First Advisor

Donald Truxillo

Term of Graduation

Fall 1997

Date of Publication


Document Type


Degree Name

Master of Science (M.S.) in Psychology






Employees -- Drug testing -- Oregon, Employees -- Oregon -- Attitudes, Drugs and employment -- Oregon, Fairness



Physical Description

1 online resource (73 pages)


This study proposed that two predictors of perceived fairness of organizational drug testing would be moderated by drug use. These two predictors, outcome of a positive drug test and whether respondents were ever previously tested for drug use, had been found to be predictors of perceived fairness of drug testing. It was expected that the theories of organizational justice and cognitive dissonance would explain these relationships. Additionally, it was proposed that drug users would perceive drug testing as less fair than would non-drug users.

Participants were 191 adults randomly selected throughout the state of Oregon. The survey items measuring the perceived fairness of drug testing were added to an existing drug prevalence study funded through the Oregon Department of Human Resources.

The study supported the notion that workers who use drugs will perceive drug testing as less fair than those who do not use drugs. This dissatisfaction with drug testing programs among drug users may be due to issues of cognitive dissonance. The findings supported the proposed model in which drug use moderated the relationship between outcome of a positive drug test and perceived fairness of drug testing. However, contrary to results of earlier studies, no differences were found on the fairness measures between workers who had been previously tested for drugs and those who had not. This may indicate a change in attitudes toward drug testing in general and that this process is becoming more accepted.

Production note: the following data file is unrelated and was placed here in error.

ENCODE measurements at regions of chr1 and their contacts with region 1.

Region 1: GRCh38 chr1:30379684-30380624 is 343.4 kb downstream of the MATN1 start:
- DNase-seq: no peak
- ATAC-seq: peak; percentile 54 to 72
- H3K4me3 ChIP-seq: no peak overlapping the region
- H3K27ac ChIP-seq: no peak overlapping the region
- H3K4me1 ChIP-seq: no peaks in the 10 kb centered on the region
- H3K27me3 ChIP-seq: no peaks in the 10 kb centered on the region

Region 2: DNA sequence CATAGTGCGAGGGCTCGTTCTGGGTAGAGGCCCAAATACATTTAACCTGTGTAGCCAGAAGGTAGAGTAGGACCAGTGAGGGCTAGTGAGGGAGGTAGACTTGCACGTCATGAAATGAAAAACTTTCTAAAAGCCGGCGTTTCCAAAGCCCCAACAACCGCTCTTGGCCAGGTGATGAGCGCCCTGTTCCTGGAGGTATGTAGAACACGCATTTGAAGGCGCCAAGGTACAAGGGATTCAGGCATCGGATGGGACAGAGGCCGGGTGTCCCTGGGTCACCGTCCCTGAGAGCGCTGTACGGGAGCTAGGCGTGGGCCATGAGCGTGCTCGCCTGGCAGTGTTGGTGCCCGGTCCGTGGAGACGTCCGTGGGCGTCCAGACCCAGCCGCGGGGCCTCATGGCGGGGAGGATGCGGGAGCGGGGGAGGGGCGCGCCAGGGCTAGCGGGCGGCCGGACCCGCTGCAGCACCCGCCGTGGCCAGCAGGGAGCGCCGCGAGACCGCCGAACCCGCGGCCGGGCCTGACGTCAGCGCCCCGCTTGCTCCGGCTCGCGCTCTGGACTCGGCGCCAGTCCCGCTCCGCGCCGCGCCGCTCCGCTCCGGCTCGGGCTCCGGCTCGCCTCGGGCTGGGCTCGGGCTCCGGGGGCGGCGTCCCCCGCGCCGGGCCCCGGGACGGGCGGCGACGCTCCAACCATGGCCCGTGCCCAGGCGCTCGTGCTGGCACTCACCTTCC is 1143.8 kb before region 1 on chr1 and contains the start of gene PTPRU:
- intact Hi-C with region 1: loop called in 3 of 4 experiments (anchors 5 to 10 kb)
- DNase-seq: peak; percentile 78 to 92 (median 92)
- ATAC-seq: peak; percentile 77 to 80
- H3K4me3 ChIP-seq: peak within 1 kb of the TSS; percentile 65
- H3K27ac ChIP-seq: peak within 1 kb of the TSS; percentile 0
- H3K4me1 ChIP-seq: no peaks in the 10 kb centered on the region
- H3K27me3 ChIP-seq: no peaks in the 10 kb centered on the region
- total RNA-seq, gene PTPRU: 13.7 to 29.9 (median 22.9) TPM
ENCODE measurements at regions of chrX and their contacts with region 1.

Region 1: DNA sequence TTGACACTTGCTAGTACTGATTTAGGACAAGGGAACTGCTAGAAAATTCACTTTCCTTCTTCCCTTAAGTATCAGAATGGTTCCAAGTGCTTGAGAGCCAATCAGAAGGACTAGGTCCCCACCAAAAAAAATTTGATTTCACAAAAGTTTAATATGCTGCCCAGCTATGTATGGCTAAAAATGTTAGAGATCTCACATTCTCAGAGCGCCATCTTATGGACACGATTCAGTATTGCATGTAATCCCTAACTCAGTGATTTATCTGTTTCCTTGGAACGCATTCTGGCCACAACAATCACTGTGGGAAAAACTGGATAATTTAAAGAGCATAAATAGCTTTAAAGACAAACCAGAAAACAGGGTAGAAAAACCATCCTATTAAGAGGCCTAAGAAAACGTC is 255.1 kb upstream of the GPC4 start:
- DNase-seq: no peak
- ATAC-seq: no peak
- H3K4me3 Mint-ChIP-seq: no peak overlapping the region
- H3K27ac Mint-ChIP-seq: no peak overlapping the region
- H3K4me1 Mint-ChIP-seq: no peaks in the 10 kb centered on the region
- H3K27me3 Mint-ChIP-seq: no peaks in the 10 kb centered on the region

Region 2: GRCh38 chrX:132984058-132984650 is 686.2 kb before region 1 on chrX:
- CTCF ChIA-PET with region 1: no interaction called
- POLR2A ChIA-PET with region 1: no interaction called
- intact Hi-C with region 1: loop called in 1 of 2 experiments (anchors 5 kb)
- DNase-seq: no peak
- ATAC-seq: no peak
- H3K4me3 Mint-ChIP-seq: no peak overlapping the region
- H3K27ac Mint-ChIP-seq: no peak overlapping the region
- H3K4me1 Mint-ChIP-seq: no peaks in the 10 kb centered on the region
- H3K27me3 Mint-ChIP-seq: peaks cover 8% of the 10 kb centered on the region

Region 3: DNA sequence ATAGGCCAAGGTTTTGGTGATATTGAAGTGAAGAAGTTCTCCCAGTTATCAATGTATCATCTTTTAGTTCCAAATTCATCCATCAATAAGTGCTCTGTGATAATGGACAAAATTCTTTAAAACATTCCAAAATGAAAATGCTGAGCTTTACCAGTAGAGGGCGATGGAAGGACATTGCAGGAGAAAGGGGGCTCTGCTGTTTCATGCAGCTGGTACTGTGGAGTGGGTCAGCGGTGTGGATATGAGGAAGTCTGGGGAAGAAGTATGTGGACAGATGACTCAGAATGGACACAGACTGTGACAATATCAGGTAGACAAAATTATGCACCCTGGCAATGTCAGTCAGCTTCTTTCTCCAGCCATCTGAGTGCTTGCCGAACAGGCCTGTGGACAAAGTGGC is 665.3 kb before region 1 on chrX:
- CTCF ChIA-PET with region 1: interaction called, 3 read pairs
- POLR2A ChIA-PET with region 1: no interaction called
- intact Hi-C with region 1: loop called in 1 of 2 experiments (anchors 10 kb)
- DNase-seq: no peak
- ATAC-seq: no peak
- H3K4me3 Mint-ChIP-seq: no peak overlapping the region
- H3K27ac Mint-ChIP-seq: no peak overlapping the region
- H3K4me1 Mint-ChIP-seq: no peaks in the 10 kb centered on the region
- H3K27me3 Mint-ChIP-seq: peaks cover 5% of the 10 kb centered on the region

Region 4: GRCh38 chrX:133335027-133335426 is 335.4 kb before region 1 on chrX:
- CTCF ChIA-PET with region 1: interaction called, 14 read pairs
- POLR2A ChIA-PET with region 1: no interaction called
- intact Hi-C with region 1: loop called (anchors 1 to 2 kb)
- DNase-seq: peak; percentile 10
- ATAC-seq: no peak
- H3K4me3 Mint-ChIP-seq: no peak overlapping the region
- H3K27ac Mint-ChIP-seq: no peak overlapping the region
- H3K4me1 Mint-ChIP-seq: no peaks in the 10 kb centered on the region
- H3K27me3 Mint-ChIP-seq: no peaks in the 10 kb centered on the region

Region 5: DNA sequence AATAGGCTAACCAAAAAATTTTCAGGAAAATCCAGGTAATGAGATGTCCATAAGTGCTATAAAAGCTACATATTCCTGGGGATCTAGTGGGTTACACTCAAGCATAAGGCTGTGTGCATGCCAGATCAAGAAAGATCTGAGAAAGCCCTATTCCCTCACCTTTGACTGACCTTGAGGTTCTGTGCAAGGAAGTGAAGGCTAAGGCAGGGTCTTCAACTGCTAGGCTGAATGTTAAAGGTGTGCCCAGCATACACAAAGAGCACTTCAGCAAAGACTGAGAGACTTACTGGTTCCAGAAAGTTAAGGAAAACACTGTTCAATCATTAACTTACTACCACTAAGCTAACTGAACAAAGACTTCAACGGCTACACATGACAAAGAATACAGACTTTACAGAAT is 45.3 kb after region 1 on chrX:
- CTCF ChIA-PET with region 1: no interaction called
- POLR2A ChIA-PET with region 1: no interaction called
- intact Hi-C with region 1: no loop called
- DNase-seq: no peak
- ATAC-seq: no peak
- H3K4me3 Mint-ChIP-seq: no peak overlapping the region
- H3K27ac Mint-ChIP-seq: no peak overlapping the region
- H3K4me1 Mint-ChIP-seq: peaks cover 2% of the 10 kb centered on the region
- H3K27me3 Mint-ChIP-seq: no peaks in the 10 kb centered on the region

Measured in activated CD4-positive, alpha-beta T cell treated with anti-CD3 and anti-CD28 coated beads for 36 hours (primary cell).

Results of this study suggest that other previous predictors of drug testing fairness may also be affected by this "extraneous" variable of drug use. In addition, these results support the use of organizational justice theory in studying attitudes toward drug testing and provide similar justification for the use of cognitive dissonance theory in future drug testing research.


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